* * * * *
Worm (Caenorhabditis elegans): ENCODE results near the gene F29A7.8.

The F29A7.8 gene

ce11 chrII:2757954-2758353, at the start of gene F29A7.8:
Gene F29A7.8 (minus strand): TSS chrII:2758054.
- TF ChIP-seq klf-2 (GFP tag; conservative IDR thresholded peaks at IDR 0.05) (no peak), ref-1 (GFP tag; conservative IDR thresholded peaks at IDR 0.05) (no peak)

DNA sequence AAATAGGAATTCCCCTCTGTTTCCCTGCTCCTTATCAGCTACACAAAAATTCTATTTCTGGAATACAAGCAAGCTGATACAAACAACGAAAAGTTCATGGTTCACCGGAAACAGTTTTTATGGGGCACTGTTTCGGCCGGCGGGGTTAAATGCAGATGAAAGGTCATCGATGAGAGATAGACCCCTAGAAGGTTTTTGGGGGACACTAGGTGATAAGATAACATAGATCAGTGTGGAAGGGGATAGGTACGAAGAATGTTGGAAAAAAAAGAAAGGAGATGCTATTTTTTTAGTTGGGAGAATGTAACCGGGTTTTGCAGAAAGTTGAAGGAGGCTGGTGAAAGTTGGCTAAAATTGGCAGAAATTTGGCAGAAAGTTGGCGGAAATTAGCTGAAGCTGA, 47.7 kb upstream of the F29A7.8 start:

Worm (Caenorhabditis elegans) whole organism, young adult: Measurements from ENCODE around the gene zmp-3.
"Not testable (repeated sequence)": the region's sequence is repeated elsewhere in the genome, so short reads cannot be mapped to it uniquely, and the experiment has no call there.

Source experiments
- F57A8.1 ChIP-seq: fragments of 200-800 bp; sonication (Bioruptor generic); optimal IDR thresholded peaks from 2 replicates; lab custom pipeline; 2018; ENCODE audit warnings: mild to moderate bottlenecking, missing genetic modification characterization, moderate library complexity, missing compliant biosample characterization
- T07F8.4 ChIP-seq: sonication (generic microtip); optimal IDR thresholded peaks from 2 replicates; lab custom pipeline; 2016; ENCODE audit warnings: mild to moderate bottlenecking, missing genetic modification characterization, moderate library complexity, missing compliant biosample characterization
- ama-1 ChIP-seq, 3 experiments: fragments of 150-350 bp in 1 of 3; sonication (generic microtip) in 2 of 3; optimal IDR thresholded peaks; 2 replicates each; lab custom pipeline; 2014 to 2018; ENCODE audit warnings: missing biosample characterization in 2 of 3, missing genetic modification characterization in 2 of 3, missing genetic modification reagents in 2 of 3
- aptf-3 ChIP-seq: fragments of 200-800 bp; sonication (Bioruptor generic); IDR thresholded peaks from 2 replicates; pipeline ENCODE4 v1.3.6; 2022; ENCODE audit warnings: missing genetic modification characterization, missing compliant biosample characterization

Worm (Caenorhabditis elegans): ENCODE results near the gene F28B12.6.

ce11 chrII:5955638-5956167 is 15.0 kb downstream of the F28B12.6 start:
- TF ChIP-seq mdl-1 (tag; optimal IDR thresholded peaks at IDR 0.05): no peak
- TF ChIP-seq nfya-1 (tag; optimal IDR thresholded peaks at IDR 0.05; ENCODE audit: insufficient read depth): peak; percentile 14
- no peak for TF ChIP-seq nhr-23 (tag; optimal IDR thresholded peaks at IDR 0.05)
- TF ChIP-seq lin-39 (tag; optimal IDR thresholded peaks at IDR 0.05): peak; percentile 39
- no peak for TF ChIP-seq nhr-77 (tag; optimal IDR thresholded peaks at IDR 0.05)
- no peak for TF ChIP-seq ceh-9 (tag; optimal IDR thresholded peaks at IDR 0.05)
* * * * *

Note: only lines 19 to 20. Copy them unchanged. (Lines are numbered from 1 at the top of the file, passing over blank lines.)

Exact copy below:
- TF ChIP-seq lin-39 (tag; optimal IDR thresholded peaks at IDR 0.05): peak; percentile 39
- no peak for TF ChIP-seq nhr-77 (tag; optimal IDR thresholded peaks at IDR 0.05)